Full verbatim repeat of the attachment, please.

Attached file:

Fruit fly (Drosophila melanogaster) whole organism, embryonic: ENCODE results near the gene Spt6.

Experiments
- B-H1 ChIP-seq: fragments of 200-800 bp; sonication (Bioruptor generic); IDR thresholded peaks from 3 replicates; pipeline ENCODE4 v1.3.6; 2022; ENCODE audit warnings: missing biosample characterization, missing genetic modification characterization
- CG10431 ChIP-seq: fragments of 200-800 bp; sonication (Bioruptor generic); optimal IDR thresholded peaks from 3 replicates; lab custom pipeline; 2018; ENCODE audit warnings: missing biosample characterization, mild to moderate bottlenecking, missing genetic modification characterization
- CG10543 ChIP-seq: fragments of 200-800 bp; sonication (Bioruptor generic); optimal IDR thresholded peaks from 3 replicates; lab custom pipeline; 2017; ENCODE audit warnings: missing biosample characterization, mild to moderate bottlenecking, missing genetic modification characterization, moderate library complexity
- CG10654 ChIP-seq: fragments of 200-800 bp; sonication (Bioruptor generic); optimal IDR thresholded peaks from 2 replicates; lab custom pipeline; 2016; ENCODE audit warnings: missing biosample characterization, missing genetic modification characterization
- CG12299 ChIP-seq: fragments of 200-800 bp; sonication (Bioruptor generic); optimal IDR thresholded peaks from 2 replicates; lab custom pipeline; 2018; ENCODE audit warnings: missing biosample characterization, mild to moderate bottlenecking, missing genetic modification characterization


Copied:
Fruit fly (Drosophila melanogaster) whole organism, embryonic: ENCODE results near the gene Spt6.

Experiments
- B-H1 ChIP-seq: fragments of 200-800 bp; sonication (Bioruptor generic); IDR thresholded peaks from 3 replicates; pipeline ENCODE4 v1.3.6; 2022; ENCODE audit warnings: missing biosample characterization, missing genetic modification characterization
- CG10431 ChIP-seq: fragments of 200-800 bp; sonication (Bioruptor generic); optimal IDR thresholded peaks from 3 replicates; lab custom pipeline; 2018; ENCODE audit warnings: missing biosample characterization, mild to moderate bottlenecking, missing genetic modification characterization
- CG10543 ChIP-seq: fragments of 200-800 bp; sonication (Bioruptor generic); optimal IDR thresholded peaks from 3 replicates; lab custom pipeline; 2017; ENCODE audit warnings: missing biosample characterization, mild to moderate bottlenecking, missing genetic modification characterization, moderate library complexity
- CG10654 ChIP-seq: fragments of 200-800 bp; sonication (Bioruptor generic); optimal IDR thresholded peaks from 2 replicates; lab custom pipeline; 2016; ENCODE audit warnings: missing biosample characterization, missing genetic modification characterization
- CG12299 ChIP-seq: fragments of 200-800 bp; sonication (Bioruptor generic); optimal IDR thresholded peaks from 2 replicates; lab custom pipeline; 2018; ENCODE audit warnings: missing biosample characterization, mild to moderate bottlenecking, missing genetic modification characterization